But that’s just one part of the story. Shortly after we got married Diana, who was 36, said that she wanted a baby. I was 57 and said WHY NOT?

Anna Helene Hoffstadt was born April 26, 2004. She is the 6th of my children. She is brilliant, has tons of friends, has talent without compare, and has turned out better that I could imagine. Though we’ve gone through some tough times, she’s a great kid and will surely go far. I’m also very proud that my other kids never hesitated to embrace her fully as a sibling. Peggy did an excellent job of raising them, and I will forever be grateful to her for that.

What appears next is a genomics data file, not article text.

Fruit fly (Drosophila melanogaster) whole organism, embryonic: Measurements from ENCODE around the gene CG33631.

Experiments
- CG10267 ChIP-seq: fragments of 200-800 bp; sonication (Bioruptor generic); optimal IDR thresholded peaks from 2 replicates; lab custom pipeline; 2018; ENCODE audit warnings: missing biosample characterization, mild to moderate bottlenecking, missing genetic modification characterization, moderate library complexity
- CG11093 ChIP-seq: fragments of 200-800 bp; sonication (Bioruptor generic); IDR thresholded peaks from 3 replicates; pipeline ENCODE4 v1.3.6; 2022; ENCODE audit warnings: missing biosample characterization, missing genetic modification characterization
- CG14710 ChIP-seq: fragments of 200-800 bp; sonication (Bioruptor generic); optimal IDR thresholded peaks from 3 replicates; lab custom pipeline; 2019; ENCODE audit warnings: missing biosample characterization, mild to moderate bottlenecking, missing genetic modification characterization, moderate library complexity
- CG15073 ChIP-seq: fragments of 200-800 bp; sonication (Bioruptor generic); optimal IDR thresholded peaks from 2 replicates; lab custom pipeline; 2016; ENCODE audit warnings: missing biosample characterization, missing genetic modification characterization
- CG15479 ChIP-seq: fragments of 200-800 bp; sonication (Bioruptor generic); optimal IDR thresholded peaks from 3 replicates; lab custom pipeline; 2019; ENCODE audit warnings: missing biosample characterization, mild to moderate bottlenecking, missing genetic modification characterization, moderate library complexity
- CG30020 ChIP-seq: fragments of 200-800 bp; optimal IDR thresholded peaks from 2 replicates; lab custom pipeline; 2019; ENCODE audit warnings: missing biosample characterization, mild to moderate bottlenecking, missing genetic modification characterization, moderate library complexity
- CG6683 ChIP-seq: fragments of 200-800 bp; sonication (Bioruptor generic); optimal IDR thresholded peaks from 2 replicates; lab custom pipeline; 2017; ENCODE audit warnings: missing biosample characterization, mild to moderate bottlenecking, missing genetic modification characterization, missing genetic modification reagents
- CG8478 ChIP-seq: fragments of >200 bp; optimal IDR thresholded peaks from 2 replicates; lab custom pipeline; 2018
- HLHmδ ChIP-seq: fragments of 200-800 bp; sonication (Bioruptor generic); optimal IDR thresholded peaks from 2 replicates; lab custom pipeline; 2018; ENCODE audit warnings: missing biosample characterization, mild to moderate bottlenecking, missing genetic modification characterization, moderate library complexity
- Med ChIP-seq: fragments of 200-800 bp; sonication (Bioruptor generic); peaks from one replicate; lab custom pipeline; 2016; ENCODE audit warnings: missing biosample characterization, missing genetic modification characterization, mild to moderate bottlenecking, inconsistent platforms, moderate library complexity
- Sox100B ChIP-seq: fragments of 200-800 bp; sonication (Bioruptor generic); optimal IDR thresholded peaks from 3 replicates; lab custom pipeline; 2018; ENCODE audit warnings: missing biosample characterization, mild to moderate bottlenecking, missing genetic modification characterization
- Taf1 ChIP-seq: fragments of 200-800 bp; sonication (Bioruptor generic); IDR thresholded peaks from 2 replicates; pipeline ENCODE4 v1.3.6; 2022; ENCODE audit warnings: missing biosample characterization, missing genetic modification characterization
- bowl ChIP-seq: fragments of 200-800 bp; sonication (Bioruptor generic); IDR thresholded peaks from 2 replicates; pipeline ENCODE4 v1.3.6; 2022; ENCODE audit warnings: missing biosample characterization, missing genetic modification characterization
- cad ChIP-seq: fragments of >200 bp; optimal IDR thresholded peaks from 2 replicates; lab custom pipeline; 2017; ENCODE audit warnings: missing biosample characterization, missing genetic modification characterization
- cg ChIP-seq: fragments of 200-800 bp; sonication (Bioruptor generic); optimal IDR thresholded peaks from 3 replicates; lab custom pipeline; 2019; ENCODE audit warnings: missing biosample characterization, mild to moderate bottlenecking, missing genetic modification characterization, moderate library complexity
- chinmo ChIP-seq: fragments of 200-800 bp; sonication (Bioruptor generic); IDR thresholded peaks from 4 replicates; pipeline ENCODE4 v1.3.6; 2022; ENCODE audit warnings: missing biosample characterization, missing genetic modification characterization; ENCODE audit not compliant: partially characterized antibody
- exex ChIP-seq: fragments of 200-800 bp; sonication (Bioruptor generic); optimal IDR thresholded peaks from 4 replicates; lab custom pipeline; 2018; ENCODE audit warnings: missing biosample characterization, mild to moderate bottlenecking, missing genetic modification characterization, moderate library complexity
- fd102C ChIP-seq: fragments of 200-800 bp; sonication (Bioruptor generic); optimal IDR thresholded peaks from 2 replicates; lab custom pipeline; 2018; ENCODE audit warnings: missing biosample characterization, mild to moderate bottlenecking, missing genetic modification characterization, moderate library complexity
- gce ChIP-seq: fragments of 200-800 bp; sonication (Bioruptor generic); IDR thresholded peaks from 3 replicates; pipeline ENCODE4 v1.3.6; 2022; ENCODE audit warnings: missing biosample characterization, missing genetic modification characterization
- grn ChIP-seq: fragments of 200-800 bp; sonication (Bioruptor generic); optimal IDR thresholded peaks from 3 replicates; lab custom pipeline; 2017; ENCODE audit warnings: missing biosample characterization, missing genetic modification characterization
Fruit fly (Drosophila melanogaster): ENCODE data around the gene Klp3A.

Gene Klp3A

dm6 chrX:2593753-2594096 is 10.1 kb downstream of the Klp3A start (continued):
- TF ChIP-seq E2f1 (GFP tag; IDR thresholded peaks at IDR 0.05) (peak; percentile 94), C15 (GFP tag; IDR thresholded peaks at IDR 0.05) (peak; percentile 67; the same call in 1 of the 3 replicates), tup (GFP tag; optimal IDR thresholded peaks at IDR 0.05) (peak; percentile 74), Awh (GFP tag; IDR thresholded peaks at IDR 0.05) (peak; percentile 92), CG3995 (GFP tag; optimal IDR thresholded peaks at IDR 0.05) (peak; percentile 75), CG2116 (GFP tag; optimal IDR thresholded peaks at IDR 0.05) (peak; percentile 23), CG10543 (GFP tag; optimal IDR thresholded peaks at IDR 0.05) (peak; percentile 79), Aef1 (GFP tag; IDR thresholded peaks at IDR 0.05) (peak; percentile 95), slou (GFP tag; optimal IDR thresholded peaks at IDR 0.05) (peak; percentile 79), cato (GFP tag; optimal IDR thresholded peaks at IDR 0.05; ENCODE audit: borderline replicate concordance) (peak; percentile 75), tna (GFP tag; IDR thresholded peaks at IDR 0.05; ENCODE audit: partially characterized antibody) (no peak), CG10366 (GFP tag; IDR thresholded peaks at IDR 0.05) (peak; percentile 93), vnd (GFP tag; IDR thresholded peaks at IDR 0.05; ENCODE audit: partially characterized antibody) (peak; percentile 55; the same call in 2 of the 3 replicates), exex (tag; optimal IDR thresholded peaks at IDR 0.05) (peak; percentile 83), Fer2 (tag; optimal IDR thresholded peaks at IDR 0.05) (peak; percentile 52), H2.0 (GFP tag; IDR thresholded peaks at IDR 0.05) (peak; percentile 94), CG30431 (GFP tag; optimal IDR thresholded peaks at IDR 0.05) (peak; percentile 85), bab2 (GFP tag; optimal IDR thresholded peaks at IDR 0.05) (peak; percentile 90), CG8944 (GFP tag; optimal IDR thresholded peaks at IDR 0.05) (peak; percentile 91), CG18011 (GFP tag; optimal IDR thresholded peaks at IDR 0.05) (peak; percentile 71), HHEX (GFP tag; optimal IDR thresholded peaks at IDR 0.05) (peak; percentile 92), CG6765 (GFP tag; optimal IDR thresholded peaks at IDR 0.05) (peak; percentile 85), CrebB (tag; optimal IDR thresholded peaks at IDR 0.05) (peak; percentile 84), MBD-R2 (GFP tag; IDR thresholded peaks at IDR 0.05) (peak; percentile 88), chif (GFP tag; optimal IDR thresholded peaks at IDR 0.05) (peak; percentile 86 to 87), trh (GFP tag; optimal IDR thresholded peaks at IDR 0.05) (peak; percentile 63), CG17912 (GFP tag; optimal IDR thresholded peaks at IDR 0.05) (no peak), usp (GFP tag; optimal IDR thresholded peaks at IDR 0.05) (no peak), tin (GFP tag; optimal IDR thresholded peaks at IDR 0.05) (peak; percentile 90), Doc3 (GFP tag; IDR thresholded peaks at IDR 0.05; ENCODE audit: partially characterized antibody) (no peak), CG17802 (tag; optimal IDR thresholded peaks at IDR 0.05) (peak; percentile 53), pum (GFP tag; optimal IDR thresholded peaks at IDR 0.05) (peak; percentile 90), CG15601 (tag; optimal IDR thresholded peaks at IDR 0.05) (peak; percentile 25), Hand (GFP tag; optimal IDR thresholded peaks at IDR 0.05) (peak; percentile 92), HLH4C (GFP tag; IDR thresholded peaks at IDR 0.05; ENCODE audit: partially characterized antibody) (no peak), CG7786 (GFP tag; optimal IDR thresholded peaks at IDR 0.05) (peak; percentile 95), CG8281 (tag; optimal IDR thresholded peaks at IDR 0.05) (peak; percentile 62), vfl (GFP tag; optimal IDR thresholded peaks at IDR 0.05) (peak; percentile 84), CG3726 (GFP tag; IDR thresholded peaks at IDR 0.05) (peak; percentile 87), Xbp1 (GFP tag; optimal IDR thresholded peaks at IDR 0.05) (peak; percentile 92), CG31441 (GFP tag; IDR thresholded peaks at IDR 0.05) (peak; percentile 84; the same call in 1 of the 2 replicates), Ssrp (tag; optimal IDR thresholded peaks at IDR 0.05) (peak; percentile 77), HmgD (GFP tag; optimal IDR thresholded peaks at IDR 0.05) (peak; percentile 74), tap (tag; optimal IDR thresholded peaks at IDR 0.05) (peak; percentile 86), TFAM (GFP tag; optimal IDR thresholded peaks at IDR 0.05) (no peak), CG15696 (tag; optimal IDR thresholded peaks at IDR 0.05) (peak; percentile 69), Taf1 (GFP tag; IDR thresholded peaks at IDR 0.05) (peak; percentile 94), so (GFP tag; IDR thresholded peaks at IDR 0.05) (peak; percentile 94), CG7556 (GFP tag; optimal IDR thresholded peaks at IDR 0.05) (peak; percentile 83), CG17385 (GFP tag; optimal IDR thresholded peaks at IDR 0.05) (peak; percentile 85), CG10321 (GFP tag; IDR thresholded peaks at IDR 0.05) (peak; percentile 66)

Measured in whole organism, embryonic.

I remember going to a seminar where the speaker told us to look at each other and to understand that each of us have problems and to reach out to our fellow man. I wish I had done more of that, but so much of my time was spent just trying to hold things together. I did not take care of my fellow man or my family as much as I should have, and that is a great regret. I hope the readers will reach out to their fellow men and women and offer that compassion.

On May 5, 2020 I was diagnosed with an aggressive and incurable form of Leukemia, which I assume is what finally got me. Tough break? Probably not, as at the age of 73 the clock was ticking anyway. When I got the diagnosis, I realized that it was just a matter of when I would go and how I was going to face it. I tried my best. Diana basically became my full-time caregiver, which is not an easy task. I had friends such as Blake and Randy and Jake who would check on me on me frequently, along with many others. My wonderful kids always let me know how much I was treasured. So, all in all I got a lot of love.

Be good to everyone.